Ninning Jal has over 6 years’ experience working in safety & risk management, environmental management and monitoring, as well as delivering environmental and safety training in the extractive industry and forestry sector in Papua New Guinea.
Ninning is the supervisor for Health, Safety, Environment and Security (HSES) at PNG Biomass. She began her career in environmental management and monitoring with social enterprise Eco Services Limited. Later she joined Oil Search and worked for its safety and environment department for four years in Southern Highlands Province. She heard about a renewable energy project that Oil Search was involved in and how it would be the first of its kind in PNG. Knowing that addressing climate change and renewable energy is the focus of the future, she joined PNG Biomass in June 2017 to bring her expertise and experience to the project.
“PNG Biomass is a great place for women to work, first and foremost, it is an equal opportunity employer, meaning it employs people based on skills and knowledge and not predetermined because of what sex you are,” says Ninning. “We have policies on gender equality and a code of conduct, but also work benefits such as paid maternity leave. But last but not least, for me, the involvement of women from the communities we operate in, seeing that implemented, makes me very happy to work with PNG Biomass.”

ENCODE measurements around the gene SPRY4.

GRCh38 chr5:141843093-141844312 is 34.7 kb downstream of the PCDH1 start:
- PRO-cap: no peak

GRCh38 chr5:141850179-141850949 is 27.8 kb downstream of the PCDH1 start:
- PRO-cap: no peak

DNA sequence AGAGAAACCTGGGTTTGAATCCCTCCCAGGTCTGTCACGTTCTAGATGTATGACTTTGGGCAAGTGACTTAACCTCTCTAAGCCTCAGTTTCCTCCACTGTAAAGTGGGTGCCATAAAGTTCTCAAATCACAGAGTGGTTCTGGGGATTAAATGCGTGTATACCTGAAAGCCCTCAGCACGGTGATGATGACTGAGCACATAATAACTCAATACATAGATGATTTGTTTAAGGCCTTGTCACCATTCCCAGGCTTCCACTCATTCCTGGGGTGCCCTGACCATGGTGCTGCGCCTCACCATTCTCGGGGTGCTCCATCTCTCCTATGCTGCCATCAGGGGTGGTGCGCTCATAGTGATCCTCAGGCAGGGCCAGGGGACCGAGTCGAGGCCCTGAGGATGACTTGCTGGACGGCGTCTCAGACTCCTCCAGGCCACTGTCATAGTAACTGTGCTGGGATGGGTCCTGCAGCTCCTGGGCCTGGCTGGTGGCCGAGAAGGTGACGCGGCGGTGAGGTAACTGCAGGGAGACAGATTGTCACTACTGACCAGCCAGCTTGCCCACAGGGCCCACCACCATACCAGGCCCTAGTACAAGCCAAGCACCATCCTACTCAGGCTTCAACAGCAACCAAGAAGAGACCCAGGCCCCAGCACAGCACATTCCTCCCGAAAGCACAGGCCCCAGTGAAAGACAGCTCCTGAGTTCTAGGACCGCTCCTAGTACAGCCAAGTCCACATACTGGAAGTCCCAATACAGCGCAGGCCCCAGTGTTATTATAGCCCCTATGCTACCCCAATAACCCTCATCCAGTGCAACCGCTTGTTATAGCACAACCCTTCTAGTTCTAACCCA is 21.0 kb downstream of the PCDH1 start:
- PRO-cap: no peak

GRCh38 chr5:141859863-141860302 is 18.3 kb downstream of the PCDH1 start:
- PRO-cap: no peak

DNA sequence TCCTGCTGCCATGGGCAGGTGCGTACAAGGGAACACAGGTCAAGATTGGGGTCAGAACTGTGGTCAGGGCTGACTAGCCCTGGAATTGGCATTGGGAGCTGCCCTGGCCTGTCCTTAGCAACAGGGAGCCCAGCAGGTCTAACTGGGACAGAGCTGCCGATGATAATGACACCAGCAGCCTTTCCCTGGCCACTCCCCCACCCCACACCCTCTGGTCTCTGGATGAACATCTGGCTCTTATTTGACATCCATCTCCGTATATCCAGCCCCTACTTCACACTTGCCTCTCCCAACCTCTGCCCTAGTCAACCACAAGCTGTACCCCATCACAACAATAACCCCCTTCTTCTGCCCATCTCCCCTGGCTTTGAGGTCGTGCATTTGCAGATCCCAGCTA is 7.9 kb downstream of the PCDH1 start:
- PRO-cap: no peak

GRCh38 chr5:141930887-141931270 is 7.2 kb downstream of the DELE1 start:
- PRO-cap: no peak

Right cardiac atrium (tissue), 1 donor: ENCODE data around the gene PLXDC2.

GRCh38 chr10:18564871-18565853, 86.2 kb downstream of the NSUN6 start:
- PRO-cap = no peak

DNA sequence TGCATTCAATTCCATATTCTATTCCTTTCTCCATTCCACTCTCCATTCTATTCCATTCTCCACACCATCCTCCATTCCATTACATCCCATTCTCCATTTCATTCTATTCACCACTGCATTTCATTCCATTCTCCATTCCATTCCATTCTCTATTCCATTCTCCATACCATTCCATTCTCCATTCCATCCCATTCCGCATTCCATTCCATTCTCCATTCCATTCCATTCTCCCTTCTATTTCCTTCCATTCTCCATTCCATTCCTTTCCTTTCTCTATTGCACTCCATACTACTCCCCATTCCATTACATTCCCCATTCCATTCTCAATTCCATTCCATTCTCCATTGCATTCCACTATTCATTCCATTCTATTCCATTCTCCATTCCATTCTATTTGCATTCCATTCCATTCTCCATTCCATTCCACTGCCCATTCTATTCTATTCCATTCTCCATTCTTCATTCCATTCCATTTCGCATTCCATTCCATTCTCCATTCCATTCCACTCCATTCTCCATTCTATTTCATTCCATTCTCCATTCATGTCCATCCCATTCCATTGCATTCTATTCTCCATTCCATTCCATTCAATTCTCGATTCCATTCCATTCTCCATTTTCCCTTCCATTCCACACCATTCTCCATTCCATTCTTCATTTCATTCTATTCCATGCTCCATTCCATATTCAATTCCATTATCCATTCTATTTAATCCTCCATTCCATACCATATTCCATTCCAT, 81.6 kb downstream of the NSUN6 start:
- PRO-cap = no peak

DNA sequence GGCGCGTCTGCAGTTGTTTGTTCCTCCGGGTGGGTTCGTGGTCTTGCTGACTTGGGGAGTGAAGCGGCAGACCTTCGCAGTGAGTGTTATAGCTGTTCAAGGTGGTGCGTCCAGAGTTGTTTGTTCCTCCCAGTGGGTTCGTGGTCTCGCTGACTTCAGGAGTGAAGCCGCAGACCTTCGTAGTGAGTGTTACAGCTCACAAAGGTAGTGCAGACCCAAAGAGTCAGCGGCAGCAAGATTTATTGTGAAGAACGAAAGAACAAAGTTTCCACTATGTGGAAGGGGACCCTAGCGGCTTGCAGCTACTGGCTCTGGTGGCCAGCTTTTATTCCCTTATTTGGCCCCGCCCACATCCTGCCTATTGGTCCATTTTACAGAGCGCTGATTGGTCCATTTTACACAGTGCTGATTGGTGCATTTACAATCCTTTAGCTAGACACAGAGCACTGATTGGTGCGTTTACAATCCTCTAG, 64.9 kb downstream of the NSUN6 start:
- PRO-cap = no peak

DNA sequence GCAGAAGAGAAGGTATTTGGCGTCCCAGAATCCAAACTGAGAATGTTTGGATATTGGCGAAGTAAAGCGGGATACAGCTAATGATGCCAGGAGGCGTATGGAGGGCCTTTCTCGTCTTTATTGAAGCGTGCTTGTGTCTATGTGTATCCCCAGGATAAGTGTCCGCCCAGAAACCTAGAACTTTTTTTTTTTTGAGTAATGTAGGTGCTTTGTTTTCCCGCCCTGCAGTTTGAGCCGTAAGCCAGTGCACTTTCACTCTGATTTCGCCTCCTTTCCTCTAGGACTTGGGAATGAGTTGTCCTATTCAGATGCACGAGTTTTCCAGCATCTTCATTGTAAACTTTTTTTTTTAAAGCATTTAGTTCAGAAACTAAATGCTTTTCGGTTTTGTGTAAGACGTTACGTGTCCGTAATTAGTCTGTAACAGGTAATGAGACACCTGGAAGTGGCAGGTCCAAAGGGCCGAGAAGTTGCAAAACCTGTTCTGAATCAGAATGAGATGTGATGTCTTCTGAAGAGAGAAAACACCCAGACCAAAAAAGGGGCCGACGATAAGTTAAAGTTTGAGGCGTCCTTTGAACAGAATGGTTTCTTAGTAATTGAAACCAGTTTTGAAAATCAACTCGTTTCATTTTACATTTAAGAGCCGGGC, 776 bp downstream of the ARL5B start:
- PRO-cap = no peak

“The key thing we can all do in our companies and organisations is to involve a women’s voice in decision-making. But we also need to be agile and identify early those women that show potential, initiative, and leadership to help them develop by offering programs to train and coach them.”
“Another way to empower women is to assist them to partner with NGOs, organisations, or government departments that have existing programs or focus on women, such as for example, Women in Business, Business & Professional Women’s Club, and the Oil Search Foundation.”
“Women hold a lot of influence in their families, whether you realise it or not, as a woman you influence your family members and your community. It’s not so much what you say but what you do that speaks out aloud what your values are. So if we are all about supporting women in business and want to empower women, let’s get out there and do it: by doing simple things as helping your daughter with her homework or listening to her air her views or thoughts at home, you are cultivating and raising a woman not afraid to speak up or raise her voice when required. I believe it starts in our families, villages and communities.”